Yet another article explains why, even though the infrastructure bill contains historic levels of funding for public transportation, it’s still not enough. (Vox)
Oregon Rep. Peter DeFazio, chair of the House Transportation and Infrastructure Committee, wants to take another crack at more funding for transit and charging stations through reconciliation after senators largely ignored his surface transportation bill. (Roll Call)
More density is a solution to both the housing crisis and the climate crisis, but NIMBYs are standing in the way (The Guardian). One way to create denser cities is to make roads narrower and build housing on the reclaimed land (Route Fifty).
The D.C. Metro is boosting service and cutting fares to woo back riders, which could serve as a model for other struggling transit agencies. (Governing)
The Philadelphia Inquirer calls the city’s bus-only-lane pilot project a “half measure” and a “missed opportunity.”
Drivers have killed 12 cyclists in San Diego this year because of a lack of safe bike routes. (Union-Tribune)
Tampa would get $8 million for new streetcars from the Invest in America Act. (Fox 13)
A coalition of Indianapolis groups is putting forward plans to bury parts of interstates 65 and 70 underground before the Indiana DOT even starts talking about rebuilding the 46-year-old freeways. (Star)
Detroit denied one resident’s request for speed humps on his street. Then a truck driver going twice the speed limit hit him and put him in the hospital. (Fox 2)
Little Rock’s transit agency is exploring sites for a downtown bus terminal. (Arkansas Online)
Virginia’s first light rail line has carried more than 13 million riders since it opened 10 years ago. (Railway Age)
Congress passed a short-term spending bill that will renew funding for our existing car-focused infrastructure, missing an opportunity to reform a broken system that's killing our planet and its people.
At times in this whole reauthorization process, it’s been hard to see the way forward. House Republicans refuse to deficit-spend their way out of the funding conundrum, and Democrats haven’t gotten behind a coherent plan to come up with more revenues, though they’re still arguing for a bigger bill. Still, I’ve been reporting on the […]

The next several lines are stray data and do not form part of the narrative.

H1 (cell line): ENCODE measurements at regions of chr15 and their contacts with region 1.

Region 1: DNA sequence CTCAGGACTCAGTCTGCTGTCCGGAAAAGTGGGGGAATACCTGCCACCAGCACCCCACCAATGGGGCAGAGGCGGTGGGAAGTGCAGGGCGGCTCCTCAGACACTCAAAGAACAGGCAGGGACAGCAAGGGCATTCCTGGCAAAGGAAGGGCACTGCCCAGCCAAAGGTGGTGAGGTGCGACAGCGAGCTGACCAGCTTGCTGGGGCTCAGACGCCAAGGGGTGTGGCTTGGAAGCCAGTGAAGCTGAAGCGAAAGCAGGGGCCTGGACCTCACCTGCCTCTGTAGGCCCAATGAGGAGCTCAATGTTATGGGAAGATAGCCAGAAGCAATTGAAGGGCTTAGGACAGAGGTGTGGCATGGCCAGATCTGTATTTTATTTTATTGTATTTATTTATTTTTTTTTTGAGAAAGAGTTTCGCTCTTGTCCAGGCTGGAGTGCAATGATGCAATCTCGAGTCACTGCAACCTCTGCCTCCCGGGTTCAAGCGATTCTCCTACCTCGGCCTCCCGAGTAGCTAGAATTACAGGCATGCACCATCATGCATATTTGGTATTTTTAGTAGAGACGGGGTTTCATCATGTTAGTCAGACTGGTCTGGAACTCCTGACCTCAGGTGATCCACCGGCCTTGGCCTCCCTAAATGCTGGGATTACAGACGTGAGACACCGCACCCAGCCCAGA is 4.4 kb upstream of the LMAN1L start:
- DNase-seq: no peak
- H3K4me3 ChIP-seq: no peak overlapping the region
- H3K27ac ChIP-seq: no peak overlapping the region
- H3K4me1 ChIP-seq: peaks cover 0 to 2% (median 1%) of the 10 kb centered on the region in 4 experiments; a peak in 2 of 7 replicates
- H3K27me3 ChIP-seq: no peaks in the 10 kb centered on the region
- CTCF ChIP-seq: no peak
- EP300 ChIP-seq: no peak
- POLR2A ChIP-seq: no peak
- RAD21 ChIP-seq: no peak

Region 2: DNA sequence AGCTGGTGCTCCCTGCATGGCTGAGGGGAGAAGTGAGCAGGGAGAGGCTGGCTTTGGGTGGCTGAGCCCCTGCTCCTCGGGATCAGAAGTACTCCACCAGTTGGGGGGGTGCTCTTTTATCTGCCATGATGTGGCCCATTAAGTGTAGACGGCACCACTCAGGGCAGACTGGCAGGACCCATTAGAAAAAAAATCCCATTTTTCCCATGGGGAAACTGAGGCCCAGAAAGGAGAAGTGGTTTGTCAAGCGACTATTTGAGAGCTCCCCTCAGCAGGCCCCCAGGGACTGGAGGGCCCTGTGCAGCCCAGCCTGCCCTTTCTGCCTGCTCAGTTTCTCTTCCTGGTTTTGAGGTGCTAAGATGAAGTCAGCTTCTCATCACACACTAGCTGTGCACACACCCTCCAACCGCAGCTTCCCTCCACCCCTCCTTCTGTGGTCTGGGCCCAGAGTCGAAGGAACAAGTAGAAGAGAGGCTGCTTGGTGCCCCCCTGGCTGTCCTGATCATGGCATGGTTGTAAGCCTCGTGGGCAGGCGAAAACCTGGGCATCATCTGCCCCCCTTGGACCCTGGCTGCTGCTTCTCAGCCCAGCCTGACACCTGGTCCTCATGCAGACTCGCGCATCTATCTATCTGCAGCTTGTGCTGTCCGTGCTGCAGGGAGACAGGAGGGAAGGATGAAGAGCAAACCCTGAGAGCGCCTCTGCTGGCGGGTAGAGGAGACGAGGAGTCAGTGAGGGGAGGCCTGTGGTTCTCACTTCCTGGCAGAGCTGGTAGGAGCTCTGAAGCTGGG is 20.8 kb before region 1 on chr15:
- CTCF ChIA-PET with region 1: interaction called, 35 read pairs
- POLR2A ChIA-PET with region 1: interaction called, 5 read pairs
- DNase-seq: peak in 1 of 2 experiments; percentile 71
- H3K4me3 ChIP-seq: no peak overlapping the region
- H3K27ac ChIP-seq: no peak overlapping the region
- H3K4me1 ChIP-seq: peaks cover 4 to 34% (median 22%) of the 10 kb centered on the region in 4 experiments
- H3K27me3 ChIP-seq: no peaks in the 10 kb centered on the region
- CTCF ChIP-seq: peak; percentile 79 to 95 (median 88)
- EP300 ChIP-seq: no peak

The House of Representatives approved the transportation bill conference report this afternoon by a vote of 373 to 52. [UPDATE 4:00 PM: The Senate has also approved the bill, 74-19.] This is a bill that’s been called “a death blow to mass transit” by the Amalgamated Transit Union, “a step backwards for America’s transportation system” […]
This morning, at the American Public Transportation Association’s annual legislative conference, Secretary of Transportation Ray LaHood said he was recently asked by the House Appropriations Committee if he prefers a two-year transportation bill or a five-year transportation bill. Neither, he said: “I prefer a bipartisan bill.” “Bipartisanship is the reason the Senate bill is a […]
The Senate Environment and Public Works Committee is on the verge of releasing its proposal to reauthorize the federal transportation program until 2021. But it’s counting on the Senate Finance Committee to figure out how to pay for it. And that committee seems disturbingly far from an answer. The Highway Trust Fund (yes, that’s still […]